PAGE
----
Sunlight: it’s not just for charging calculators anymore. In off-grid communities and developing countries, people have found inventive ways of making our closest star work for us. Our list starts with solar panels and moves on to some lesser known applications. These are ten things you can do with sunlight.
What top ten list of solar technologies would skip photovoltaics? Not ours. Solar panels are racing upward in efficiency and downward in price. The trend has prompted speculation that solar might have the equivalent of a Moore’s Law—the law that estimates that the cost of computing power drops by half every year and a half or so. We’ve enshrined PV lighting technology in our Solutions Library. We’ve also written about some of the worthwhile solar-charged banks of LED lamps on the market now, such as Barefoot Power and D.Light.
Solar PV features in an IEEE Humanitarian Technology Webinar on lighting rural Africa. The idea is that solar generators could serve as “energy kiosks,” stations where off-grid communities can take their batteries and devices to charge. The webinars, by the way, are freely available on our YouTube channel and provide continuing education credits to IEEE members.
As the engine of the water cycle that occasionally rains on crops, the sun is a fickle technology. With the right hardware, however, you can harness the sun to pump water onto your field at will. Organizations such as the US-based iDE and the Netherlands-based Practica Foundation are developing solar thermal and steam pump prototypes for use in off-grid and resource-poor communities. Practica is testing prototypes now on farms in Ethiopia, and its team made this informative animation that breaks down the thermal pump’s construction and shows it in action.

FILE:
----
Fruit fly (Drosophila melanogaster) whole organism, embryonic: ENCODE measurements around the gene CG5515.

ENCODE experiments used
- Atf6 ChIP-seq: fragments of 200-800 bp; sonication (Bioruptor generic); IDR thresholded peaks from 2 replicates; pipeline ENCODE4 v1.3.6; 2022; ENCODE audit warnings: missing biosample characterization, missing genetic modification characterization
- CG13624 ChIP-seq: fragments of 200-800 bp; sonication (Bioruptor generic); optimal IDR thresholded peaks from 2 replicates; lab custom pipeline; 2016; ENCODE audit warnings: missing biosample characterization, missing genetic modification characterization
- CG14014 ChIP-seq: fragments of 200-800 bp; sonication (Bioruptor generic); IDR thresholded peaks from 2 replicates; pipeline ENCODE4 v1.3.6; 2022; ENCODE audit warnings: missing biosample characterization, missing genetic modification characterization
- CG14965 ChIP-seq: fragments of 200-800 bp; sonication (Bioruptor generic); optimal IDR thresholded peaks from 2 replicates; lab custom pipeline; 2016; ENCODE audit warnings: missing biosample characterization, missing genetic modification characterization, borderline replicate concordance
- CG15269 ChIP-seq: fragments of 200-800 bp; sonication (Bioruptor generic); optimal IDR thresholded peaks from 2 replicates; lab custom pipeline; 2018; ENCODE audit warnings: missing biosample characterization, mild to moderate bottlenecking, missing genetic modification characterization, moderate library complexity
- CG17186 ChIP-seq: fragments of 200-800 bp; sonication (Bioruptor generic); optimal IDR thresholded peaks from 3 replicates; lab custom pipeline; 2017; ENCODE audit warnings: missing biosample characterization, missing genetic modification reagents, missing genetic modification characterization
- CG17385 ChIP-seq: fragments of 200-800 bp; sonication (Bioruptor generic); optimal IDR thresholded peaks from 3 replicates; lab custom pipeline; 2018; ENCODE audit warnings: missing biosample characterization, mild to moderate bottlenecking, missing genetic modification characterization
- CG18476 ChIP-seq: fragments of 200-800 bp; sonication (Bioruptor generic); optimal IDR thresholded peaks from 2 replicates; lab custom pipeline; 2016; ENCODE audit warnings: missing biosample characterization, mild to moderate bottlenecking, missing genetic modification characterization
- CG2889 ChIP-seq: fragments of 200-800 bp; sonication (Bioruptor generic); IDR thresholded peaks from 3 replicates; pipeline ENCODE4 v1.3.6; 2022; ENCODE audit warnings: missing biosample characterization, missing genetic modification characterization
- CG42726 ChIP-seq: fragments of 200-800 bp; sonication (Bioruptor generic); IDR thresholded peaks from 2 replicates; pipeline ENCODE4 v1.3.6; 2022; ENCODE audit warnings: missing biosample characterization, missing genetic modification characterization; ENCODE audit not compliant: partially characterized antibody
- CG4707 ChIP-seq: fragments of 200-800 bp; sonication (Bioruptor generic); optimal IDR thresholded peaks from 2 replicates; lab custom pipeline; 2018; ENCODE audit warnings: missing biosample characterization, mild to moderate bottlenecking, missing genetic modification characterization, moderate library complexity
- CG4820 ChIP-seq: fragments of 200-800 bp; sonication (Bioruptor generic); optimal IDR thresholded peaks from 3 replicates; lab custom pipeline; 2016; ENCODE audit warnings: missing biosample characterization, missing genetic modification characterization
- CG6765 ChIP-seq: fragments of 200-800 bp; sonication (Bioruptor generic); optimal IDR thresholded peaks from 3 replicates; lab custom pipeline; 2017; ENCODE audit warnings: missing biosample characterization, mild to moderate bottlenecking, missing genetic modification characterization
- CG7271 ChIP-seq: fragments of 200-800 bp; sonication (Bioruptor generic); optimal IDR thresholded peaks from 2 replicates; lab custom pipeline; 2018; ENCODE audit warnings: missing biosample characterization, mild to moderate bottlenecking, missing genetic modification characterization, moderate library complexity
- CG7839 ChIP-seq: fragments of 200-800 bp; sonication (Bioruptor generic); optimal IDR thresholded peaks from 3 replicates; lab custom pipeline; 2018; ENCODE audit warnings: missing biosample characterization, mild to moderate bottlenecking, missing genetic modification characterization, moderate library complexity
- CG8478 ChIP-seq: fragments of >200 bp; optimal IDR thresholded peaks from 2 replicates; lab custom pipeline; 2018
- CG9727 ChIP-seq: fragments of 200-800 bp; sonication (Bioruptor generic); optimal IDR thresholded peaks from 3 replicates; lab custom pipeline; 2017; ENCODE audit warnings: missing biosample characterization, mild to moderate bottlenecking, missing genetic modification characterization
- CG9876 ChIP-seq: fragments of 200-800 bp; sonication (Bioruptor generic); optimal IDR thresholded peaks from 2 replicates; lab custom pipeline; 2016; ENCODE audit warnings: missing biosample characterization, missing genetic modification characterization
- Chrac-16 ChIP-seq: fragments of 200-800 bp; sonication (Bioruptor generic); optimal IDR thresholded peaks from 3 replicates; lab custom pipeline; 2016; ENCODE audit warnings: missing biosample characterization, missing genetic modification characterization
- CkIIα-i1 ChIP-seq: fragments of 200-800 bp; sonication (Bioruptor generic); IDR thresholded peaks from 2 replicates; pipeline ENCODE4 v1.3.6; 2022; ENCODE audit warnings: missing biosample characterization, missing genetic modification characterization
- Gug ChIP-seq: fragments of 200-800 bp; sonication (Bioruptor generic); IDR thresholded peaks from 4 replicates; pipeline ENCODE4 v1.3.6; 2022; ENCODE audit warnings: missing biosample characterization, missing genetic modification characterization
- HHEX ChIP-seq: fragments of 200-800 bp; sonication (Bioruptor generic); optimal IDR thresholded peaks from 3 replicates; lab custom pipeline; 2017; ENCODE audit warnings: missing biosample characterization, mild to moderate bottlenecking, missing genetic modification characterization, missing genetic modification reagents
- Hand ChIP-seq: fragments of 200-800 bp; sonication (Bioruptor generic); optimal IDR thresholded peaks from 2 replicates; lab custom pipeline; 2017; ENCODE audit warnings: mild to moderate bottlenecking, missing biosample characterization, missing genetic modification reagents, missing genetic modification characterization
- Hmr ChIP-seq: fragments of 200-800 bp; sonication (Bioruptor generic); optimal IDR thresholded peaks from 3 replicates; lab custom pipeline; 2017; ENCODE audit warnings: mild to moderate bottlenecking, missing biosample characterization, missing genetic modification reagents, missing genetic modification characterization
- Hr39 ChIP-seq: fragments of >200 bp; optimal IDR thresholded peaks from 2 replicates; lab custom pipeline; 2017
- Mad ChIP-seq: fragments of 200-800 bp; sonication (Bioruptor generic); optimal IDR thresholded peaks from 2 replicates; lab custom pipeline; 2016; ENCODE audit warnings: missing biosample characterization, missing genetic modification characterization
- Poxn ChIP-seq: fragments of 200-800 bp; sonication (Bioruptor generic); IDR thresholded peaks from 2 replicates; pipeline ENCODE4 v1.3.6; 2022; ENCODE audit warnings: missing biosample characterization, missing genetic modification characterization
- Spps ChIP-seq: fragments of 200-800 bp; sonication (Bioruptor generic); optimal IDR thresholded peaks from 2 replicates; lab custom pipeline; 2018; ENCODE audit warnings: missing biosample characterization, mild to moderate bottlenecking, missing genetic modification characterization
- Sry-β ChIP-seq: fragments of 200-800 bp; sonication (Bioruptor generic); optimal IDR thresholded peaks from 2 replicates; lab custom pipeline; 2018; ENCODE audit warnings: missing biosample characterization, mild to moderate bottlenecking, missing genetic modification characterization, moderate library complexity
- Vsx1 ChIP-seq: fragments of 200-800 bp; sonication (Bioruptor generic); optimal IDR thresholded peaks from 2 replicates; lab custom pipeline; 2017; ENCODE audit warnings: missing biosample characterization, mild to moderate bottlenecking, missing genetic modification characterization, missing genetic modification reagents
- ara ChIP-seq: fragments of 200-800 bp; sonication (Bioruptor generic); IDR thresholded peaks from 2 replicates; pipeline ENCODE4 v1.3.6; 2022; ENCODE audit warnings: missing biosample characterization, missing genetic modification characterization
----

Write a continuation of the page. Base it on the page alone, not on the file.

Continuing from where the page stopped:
Empty soft drink liter bottles filled with water and a splash of bleach are installed in the ceilings and lighting hundreds of thousands of homes in the Philippines. One of the simple and beautiful uses of sunlight, the Isong Litrong Liwanag project by the MyShelter Foundation aims to provide these low-cost daylights for 1 million homes by next year.
Mash up three of the ingredients from the daylights above – sunlight, water, and bottles – and you can sterilize water to make it safe for drinking. Leave clear bottles in the sun for a couple of hours and the UV radiation and heat kills the microbes that cause diarrhea and other waterborne illness. We explain the “Sodis” (for solar disinfection) method and it’s deployment in Haiti. For a more developed disinfection device, Solvatten sells a jerry-can-like container with a built-in thermal indicator that lets drinkers know when the water is safe to drink.
Indicate clean water
The sun and a bottle are all that’s needed to sterilize water, but at least two solar-powered devices take the guesswork out of DIY solar sterilization. This solar water disinfection indicator is a prototype that we came across at IEEE’s Global Humanitarian Technology Conference. It sits behind a bottle and sense the amount of light that passes through. When it has determined that there was sufficient light to sterilize the water, it gives a green light. Helioz is a similar concept with a top-mounted design.